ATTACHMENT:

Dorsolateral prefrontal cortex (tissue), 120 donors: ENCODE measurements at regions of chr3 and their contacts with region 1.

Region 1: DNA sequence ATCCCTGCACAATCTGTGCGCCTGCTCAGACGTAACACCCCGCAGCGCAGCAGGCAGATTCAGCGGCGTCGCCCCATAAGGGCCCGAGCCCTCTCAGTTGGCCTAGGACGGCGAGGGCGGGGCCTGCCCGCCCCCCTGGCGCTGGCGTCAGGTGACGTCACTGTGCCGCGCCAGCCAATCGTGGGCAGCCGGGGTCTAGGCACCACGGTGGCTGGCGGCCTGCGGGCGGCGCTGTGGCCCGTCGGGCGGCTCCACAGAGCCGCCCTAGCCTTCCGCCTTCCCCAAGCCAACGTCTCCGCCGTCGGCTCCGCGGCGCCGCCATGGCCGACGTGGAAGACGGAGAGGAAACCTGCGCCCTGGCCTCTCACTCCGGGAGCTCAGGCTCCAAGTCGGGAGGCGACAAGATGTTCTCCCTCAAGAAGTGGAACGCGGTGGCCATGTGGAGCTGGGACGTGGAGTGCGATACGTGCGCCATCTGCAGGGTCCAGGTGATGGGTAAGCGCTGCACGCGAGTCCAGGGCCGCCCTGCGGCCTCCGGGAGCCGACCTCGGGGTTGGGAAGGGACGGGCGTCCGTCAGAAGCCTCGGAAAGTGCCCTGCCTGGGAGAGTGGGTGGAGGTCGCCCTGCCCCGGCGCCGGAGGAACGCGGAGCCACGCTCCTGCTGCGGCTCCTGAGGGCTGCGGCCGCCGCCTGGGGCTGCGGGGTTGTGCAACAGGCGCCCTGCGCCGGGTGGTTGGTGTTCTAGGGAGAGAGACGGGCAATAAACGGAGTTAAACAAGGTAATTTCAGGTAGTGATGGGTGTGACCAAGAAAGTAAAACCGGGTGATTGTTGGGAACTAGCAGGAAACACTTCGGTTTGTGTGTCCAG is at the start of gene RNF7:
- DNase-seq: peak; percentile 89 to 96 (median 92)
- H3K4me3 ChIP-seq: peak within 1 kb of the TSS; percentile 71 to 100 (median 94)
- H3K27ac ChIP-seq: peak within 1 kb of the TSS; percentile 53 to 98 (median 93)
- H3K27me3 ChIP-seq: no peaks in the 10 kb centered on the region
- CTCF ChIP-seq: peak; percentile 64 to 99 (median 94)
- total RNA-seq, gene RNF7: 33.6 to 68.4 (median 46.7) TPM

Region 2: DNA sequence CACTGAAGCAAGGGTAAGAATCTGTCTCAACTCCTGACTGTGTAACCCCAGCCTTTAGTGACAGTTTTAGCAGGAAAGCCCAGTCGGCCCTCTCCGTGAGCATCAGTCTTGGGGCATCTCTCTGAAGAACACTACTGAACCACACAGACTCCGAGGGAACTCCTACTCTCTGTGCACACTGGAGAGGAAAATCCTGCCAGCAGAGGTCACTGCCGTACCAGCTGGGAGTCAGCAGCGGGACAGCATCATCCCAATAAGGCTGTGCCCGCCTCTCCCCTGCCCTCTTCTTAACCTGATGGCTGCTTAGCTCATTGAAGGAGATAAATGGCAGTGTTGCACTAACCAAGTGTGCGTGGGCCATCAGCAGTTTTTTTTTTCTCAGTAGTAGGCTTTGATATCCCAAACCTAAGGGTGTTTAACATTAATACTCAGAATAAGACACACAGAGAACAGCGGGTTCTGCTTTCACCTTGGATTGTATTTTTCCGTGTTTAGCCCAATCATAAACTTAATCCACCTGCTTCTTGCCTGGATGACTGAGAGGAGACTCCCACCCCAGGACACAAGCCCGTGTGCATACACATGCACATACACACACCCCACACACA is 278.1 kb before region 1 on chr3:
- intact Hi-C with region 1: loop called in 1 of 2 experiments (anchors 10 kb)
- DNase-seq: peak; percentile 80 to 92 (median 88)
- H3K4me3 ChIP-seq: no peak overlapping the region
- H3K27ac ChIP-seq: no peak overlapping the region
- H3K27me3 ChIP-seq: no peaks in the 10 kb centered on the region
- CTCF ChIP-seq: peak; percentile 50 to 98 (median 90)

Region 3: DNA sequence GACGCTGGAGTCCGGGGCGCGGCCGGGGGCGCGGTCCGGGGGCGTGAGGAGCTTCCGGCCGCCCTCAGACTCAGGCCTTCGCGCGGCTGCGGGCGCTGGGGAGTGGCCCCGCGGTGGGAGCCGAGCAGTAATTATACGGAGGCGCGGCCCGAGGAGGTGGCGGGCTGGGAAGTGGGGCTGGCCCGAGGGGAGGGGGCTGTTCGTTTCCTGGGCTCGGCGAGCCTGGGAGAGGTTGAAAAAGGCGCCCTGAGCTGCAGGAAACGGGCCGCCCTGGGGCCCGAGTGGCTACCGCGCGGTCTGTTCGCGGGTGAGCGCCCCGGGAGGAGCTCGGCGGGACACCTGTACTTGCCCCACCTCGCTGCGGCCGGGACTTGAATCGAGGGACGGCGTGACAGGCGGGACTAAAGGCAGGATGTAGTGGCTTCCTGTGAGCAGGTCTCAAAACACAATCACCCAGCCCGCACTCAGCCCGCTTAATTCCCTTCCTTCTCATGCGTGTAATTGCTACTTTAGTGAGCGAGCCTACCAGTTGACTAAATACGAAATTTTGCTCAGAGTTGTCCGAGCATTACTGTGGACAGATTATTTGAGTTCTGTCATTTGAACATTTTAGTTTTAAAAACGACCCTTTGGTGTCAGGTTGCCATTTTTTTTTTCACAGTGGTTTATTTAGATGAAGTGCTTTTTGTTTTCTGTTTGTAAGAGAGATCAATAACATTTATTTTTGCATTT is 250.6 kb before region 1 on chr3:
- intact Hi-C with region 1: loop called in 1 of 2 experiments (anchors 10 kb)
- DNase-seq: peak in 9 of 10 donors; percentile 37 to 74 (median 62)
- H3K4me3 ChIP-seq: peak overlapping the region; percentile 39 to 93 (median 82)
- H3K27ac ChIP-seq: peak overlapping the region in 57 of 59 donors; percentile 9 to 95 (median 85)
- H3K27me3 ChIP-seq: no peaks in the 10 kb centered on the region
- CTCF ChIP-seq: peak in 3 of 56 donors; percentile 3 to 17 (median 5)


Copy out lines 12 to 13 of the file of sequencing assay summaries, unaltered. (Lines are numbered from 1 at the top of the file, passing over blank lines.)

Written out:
- H3K4me3 ChIP-seq: no peak overlapping the region
- H3K27ac ChIP-seq: no peak overlapping the region